These new administrators exploited the people’s natural resources in collaboration with western powers. Even so, people tried to protect their traditions and values. The intellectuals and traditionalists of these countries were against western colonialism but were unable to create a new paradigm that went beyond the views of the western concept of democracy and human rights.

Western interference in economics, politics, and military both directly and indirectly has caused an extreme distortion of society and interpretation of Islam. Groups that emerged as result turned towards a new form of radicalism and conformity shrunk inwards and became defensive and opportunistic.

The region was shaken following the collapse of the Soviet Union, the Afghan War, the Western War on Terror, involvement in Iraq, and lastly the Arab Spring. All these developments have led to leadership change from the era of tyrants to the period of unknown. It’s clear that the global spread of radicalization and hate within the Islamic world was ignited by these interventions in the Middle East.

Though administrators in Egypt (Mursi), Indonesia, and other similar countries were selected in a democratic way, they have not succeeded with regards to corruption and justice. So-called “defending Islam” policies became more like an ideology that equates building projects and money with power. Whenever an Islamic political group gains power they defend not human rights but the development of their ideology. This opens the gates to legitimatizing fundamentalist behavior and these groups emerge.

Today the young generation constitutes the majority in the Muslim world though millions are scattered because of war and migration. Most of these people want security and justice over welfare. They see it as inevitable that they will be able to participate in a democracy similar to western countries and so their aim is to immigrate there. They think the values of democracy, human rights and press freedoms can only be achieved in the west, so they risk their and their families lives to reach that goal.

Many Muslims see that only the developed democratic countries can provide the combination of a religious education, the rights and freedoms of a constitutional democracy protected by the judiciary, personal safety and security, and freedom to pray.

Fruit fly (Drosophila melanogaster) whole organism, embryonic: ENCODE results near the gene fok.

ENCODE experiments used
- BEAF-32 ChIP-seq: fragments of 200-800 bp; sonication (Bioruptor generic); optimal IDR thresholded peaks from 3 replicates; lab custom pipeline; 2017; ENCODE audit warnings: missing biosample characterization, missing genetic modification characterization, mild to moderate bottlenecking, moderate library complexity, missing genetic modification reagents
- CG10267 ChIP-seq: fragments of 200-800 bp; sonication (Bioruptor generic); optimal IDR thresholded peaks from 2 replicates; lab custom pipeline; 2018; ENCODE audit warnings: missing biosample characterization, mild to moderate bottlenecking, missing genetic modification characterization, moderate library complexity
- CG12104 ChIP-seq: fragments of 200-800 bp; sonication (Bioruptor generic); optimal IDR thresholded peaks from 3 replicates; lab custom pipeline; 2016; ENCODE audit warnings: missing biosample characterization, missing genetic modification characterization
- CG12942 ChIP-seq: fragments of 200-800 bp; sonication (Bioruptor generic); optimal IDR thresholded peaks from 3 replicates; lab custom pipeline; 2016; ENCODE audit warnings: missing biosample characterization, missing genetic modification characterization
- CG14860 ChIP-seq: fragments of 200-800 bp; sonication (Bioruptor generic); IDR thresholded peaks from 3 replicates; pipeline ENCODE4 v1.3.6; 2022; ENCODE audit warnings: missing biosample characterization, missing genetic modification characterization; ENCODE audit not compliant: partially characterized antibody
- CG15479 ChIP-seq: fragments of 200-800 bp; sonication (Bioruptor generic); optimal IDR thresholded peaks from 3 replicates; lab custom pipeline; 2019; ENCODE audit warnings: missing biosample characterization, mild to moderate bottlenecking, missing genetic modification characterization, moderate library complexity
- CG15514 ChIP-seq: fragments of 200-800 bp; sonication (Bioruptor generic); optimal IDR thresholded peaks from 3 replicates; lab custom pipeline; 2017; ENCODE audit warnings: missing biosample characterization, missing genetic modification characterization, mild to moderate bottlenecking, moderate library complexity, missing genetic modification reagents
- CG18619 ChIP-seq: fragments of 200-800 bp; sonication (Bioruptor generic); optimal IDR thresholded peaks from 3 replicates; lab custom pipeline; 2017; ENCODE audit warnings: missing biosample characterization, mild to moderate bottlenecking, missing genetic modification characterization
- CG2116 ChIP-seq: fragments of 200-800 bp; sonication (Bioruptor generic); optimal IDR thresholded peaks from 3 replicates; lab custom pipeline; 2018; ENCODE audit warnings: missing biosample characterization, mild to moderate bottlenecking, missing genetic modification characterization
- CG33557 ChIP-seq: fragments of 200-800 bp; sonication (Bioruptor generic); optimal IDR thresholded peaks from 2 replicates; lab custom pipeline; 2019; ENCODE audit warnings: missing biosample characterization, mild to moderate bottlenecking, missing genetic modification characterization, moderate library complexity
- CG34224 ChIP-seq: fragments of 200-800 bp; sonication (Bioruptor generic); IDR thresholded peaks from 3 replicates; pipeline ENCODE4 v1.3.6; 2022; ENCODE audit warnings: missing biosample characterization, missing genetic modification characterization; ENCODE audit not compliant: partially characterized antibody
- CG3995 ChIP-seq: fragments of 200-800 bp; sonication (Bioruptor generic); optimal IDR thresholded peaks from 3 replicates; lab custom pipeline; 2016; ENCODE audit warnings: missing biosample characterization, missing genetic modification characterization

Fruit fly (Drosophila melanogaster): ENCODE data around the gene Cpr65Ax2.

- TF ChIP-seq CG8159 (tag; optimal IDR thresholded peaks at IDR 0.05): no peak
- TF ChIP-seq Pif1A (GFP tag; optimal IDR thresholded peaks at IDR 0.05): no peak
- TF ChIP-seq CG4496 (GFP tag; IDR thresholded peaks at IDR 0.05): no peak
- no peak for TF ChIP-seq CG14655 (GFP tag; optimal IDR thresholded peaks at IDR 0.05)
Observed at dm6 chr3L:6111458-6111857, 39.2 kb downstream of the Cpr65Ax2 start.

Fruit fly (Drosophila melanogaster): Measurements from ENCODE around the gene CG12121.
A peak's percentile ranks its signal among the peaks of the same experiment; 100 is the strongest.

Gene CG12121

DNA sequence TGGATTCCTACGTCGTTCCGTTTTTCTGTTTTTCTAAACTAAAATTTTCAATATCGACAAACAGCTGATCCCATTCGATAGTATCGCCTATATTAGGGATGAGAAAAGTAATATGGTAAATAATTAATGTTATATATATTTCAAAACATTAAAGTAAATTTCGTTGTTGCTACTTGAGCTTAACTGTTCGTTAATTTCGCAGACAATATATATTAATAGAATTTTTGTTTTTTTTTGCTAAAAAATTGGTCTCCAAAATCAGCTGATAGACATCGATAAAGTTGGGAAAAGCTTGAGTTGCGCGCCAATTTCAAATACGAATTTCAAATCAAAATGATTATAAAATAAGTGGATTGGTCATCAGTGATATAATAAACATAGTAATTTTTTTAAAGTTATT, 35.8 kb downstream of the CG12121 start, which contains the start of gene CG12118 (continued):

Although presently there are some democracy problems in Turkey, it is seen as a freer and more modern country by neighboring Muslims.

Even though some Islamic clerics declare the democratic idea as infidel but they aren’t able to offer an alternative. A well respected cleric and scholar once said that democracy is like the swimmer who never reaches the shores of Islam.  

It’s debated amongst İslamic pundits and clerics whether the democratic idea fits our beliefs and holy sources. But we don’t need to discuss this. What is necessary is to go beyond the scope of this debate and look at creating a new paradigm for all humankind but for now we need a pluralist democratic system.

Islamic politicians, clerics and pundits with their ethic and intellectual structure are necessary. However, the problem is that Islamic politicians of our day with their current way of thinking and perceptions of reality do not seem to be much promising to offer a new paradigm for the humanity. That’s why we clearly need a pluralist democratic system.

Muslim politicians should acknowledge the reality that they won’t be able to bring about Islamic order in a secular society.

Instead they should focus instead on serving Islamic values in a secular socıety.

 

 

 

                                                                                                                                                Istanbul

                                                                                                                                               Written by A. Tarık Çelenk

Edited by Stephanie J Coe

A.Tarık Çelenk

1961 Erzurum doğumlu. Haydarpaşa Lisesi ve İ.T.Ü’yü bitirdikten sonra Deniz Kuvvetleri Komutanlığında subay olarak nasıp edildi. 1999 yılında Binbaşı rütbesinde istifa etti. Özel sektör ve İSKİ’de yönetim kurulu üyesi olarak çalıştı. 2005-2011 arası Ekopolitik düşünce kuruluşu ile Çatışma çözümleri ve Musul Vilayeti üzerine teorik ve saha çalışmaları yaptı. 2013’de Akil İnsanlar gurubunda görev aldı. 2018-2019 arası Vakıfbank Kültür yayınları kuruluşunda görev alıp Genel Yayın Yönetmenliği yaptı. Türk Sağının Düşünce Atlası kitabını yayınladı.